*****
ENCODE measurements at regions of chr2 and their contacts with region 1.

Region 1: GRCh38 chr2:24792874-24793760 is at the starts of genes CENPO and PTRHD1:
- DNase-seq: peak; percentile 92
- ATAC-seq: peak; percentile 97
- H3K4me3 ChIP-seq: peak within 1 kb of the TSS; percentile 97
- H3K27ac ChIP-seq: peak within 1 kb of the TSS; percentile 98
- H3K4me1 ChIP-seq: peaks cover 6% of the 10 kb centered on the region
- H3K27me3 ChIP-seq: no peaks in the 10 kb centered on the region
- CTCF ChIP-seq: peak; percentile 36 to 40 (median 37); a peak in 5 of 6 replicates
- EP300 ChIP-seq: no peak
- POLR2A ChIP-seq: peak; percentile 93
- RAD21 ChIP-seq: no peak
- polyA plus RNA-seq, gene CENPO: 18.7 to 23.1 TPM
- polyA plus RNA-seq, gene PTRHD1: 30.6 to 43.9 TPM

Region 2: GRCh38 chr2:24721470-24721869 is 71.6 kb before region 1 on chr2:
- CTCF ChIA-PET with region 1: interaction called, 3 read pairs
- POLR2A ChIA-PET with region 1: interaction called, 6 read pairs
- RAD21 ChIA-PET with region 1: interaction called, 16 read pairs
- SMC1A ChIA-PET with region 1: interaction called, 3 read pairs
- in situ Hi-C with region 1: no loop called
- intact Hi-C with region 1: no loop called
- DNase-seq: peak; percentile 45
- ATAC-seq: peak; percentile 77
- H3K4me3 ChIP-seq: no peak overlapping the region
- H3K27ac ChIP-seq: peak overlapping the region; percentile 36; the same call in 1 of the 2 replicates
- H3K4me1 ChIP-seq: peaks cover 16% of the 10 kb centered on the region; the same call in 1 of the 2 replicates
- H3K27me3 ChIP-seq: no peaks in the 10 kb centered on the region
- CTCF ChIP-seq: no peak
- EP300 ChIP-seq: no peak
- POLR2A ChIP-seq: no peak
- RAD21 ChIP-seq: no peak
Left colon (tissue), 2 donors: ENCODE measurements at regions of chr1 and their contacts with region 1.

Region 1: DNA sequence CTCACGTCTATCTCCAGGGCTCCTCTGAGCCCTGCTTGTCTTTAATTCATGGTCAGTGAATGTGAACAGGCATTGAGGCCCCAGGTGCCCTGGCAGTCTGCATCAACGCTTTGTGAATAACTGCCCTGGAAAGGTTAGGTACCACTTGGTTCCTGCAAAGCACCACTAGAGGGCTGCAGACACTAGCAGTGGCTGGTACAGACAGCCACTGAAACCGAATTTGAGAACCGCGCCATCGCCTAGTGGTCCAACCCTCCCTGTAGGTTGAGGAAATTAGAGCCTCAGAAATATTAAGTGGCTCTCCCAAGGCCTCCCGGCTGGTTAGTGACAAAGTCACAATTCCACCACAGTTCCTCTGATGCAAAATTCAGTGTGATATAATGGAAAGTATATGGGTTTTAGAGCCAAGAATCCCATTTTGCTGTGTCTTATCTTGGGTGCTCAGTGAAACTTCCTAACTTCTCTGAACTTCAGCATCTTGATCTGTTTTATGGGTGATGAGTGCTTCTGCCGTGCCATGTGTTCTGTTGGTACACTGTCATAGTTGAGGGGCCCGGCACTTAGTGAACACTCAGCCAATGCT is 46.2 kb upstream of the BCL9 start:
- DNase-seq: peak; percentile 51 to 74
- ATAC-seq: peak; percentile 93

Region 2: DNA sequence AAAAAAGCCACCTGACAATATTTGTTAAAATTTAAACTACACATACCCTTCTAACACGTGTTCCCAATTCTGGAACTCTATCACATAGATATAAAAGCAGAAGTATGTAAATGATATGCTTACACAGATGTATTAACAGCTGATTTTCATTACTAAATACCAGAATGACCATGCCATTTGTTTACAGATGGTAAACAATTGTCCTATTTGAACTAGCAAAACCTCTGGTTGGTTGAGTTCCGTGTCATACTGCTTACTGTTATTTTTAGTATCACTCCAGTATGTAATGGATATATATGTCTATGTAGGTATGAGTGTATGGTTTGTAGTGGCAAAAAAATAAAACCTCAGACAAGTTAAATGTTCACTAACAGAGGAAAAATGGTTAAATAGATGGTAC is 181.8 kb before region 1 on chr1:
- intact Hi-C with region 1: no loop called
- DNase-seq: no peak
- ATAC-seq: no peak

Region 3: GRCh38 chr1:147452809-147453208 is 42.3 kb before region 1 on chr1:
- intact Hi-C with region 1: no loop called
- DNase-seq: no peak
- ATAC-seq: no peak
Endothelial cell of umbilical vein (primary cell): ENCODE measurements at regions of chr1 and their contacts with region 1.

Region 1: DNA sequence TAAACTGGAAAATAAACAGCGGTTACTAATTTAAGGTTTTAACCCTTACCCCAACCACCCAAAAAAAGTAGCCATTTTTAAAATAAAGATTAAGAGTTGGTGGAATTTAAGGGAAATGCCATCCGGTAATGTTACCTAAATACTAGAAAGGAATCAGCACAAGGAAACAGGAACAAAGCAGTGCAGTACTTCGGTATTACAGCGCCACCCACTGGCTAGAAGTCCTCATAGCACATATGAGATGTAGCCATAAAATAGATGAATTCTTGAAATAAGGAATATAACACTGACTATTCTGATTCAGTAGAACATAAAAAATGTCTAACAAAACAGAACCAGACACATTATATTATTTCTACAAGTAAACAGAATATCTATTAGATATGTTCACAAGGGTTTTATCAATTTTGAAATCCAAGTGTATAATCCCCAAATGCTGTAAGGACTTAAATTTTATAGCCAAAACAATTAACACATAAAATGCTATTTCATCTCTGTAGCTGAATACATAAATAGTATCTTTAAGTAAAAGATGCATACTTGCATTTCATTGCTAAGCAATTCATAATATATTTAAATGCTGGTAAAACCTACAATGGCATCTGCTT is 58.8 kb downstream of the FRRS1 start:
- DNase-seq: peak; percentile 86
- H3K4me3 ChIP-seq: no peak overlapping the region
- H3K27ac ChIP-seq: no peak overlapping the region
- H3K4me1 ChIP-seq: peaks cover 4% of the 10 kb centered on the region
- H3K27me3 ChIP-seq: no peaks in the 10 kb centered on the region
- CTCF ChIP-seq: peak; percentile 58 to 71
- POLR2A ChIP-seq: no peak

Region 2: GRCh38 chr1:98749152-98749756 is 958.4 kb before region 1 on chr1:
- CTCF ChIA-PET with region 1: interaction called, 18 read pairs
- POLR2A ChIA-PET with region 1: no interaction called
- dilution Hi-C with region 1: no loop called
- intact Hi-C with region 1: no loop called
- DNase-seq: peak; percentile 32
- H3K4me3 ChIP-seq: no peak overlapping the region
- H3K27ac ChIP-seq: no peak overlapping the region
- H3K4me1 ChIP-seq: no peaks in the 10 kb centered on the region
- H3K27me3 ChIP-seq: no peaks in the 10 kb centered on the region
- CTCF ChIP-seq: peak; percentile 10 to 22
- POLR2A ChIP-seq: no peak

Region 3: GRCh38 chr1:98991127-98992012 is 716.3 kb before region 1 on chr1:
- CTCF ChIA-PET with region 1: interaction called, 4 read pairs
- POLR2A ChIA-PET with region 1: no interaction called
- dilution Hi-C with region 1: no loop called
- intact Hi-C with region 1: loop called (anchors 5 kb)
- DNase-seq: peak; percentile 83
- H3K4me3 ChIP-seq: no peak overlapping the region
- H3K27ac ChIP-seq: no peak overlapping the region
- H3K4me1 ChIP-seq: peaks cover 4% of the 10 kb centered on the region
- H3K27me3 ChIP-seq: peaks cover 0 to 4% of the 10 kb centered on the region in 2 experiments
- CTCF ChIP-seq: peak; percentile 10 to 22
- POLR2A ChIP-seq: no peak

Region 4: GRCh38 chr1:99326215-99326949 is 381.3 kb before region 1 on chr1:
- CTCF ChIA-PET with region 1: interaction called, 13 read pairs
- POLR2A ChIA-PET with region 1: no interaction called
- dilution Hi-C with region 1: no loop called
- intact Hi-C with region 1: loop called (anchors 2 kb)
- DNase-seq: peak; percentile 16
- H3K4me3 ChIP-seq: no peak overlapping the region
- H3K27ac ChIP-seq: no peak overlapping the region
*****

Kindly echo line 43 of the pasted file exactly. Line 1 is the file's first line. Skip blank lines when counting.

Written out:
- ATAC-seq: no peak